Waco, Texas IV: Texas Museum with International Acclaim
Published: Tuesday, November 20th 2012
The Texas Rangers are the oldest law enforcement organization in the nation. Founded in 1823 when Stephen Austin hired 10 capable men to range in front of advancing colonists as their screen against American Indian attacks, the Texas Ranger became a legendary figure romanticized by schoolchildren and revered by Texas historians — for good reason. Their stories are synonymous with Texas itself: independent, outspoken, steadfast, confident and brave.
The Texas Ranger Museum marks an earlier — and simpler — time when a Texas Ranger depended on his horse, his gun and the ironclad belief he was on the right side of the gods.
The tribute inside quotes Captain Bill McDonald’s conviction that “No man in the wrong can stand up against a fellow that’s in the right and keeps on a comin.” And the Rangers in a fight sure kept on a comin’.
The Texas Ranger Hall of Fame and Museum sits on the south bank of the Brazos River conveniently just off Interstate 35 in Waco, in central Texas. It opened in 1968 with 4,000 square feet of galleries. It now has 50,000 square feet and once it gets another $25 million from appreciative donors it hopes to go up, literally, to a high rise of 80,000 square feet.
Inside are showcases — and more showcases — that explain Ranger history since its beginnings. Visitors find statues, paintings and weapons that cover a century — and family histories that span many generations. The Hall of Fame reveals the characteristics of those who ranged the vast stretches of Texas.
“We see a wide spectrum of visitors,” says Byron Johnson, director of the museum. “It used to be persons aged 40 to 70, an age group that is reflective. In former days males could imagine themselves as Rangers. But today’s young people are not in the habit of using their imagination. Not with the large TVs in their homes and the interactive games they play.”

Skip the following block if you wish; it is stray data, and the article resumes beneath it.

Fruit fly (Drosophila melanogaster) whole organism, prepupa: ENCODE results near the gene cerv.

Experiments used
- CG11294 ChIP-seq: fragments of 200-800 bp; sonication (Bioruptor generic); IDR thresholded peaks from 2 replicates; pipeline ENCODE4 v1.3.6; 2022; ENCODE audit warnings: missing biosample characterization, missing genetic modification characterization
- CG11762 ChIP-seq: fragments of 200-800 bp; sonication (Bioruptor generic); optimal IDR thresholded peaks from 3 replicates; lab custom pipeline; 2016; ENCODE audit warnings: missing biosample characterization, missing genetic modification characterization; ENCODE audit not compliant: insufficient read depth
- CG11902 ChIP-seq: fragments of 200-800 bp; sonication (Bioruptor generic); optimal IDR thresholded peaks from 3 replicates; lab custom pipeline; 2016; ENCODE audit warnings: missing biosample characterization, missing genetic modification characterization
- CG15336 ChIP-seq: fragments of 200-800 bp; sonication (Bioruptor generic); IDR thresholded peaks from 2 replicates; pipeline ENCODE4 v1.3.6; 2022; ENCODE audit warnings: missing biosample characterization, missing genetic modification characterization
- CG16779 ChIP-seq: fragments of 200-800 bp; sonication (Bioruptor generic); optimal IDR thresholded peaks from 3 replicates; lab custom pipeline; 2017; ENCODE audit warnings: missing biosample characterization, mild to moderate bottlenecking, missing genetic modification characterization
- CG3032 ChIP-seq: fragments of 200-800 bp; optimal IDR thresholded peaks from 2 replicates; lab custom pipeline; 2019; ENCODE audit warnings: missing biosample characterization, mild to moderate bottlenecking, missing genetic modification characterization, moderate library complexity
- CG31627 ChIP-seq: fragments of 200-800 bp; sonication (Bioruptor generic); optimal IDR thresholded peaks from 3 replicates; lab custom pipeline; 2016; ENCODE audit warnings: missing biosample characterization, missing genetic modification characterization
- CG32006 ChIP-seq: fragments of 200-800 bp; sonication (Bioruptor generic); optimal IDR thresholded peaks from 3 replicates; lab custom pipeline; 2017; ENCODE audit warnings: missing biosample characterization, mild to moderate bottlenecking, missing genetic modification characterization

Johnson believes to keep people under 40 engaged he will have to create interactive exhibits for them.
We wonder if interactive exhibits will trivialize the past. If a game is generated that allows a kid to pretend to be, say, Ranger John Barclay Armstrong, a “tough, hardcore Ranger with a Colt 45 and an awesome moustache” as he arrests John Wesley Hardin, the man who had supposedly killed 44 persons including two Texas Rangers, won’t that make light of the heroic exploits revealed in Texas Ranger histories? Especially when the facts are that Armstrong followed Hardin to Florida in 1877 and with a bullet hole in his hat, clubbed Hardin unconscious, killed one accomplice and disarmed three others!
And how can you make an interactive exhibit on Captain Frank Hamer? He fought in almost 100 gunfights and is believed to have killed 53 men. He was wounded 17 times and left for dead four times. A meticulous lawman, he is best known for his pursuit of Bonnie and Clyde. He studied their movements and formed a posse with five others that tracked Bonnie and Clyde for 102 days until they ambushed the duo in Gibsland, La.
“We’ve all seen the Faye Dunaway and Warren Beatty movie,” we say to our guide Christine Rothenbush, the museum’s development & marketing assistant, “How much of it was accurate?”
“The last five minutes!” she replies.
We stand before a case showing the variety of weapons used by Bonnie and Clyde and a painting that shows the car’s ambush.
When President George W. Bush had his Texas White House in nearby Crawford Ranch many foreign visitors who were his guests would come to the museum.